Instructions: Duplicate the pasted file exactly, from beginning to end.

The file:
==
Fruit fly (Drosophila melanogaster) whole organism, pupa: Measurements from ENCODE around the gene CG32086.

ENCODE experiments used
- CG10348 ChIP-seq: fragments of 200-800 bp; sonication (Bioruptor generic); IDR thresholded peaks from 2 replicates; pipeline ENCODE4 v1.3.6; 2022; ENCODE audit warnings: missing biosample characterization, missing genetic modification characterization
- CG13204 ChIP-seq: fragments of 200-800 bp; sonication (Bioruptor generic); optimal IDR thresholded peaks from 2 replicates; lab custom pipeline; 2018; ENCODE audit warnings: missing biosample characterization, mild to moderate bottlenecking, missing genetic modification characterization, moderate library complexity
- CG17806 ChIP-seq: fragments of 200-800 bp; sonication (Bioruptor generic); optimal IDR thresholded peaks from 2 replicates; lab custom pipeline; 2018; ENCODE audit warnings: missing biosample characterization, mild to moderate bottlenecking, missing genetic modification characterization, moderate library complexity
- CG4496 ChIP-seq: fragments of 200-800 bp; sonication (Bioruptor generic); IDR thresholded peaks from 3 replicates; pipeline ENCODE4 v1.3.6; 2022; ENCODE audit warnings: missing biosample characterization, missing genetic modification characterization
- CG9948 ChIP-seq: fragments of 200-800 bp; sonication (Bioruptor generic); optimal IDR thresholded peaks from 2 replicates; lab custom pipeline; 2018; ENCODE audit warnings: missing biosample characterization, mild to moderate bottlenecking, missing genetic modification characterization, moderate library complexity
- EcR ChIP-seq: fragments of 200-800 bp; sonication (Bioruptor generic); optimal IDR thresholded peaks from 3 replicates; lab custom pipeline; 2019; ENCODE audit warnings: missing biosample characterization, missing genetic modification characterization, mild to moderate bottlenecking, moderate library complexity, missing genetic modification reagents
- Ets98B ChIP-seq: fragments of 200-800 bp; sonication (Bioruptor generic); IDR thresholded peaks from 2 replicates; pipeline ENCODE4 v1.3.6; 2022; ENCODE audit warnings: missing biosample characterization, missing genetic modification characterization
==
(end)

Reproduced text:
Fruit fly (Drosophila melanogaster) whole organism, pupa: Measurements from ENCODE around the gene CG32086.

ENCODE experiments used
- CG10348 ChIP-seq: fragments of 200-800 bp; sonication (Bioruptor generic); IDR thresholded peaks from 2 replicates; pipeline ENCODE4 v1.3.6; 2022; ENCODE audit warnings: missing biosample characterization, missing genetic modification characterization
- CG13204 ChIP-seq: fragments of 200-800 bp; sonication (Bioruptor generic); optimal IDR thresholded peaks from 2 replicates; lab custom pipeline; 2018; ENCODE audit warnings: missing biosample characterization, mild to moderate bottlenecking, missing genetic modification characterization, moderate library complexity
- CG17806 ChIP-seq: fragments of 200-800 bp; sonication (Bioruptor generic); optimal IDR thresholded peaks from 2 replicates; lab custom pipeline; 2018; ENCODE audit warnings: missing biosample characterization, mild to moderate bottlenecking, missing genetic modification characterization, moderate library complexity
- CG4496 ChIP-seq: fragments of 200-800 bp; sonication (Bioruptor generic); IDR thresholded peaks from 3 replicates; pipeline ENCODE4 v1.3.6; 2022; ENCODE audit warnings: missing biosample characterization, missing genetic modification characterization
- CG9948 ChIP-seq: fragments of 200-800 bp; sonication (Bioruptor generic); optimal IDR thresholded peaks from 2 replicates; lab custom pipeline; 2018; ENCODE audit warnings: missing biosample characterization, mild to moderate bottlenecking, missing genetic modification characterization, moderate library complexity
- EcR ChIP-seq: fragments of 200-800 bp; sonication (Bioruptor generic); optimal IDR thresholded peaks from 3 replicates; lab custom pipeline; 2019; ENCODE audit warnings: missing biosample characterization, missing genetic modification characterization, mild to moderate bottlenecking, moderate library complexity, missing genetic modification reagents
- Ets98B ChIP-seq: fragments of 200-800 bp; sonication (Bioruptor generic); IDR thresholded peaks from 2 replicates; pipeline ENCODE4 v1.3.6; 2022; ENCODE audit warnings: missing biosample characterization, missing genetic modification characterization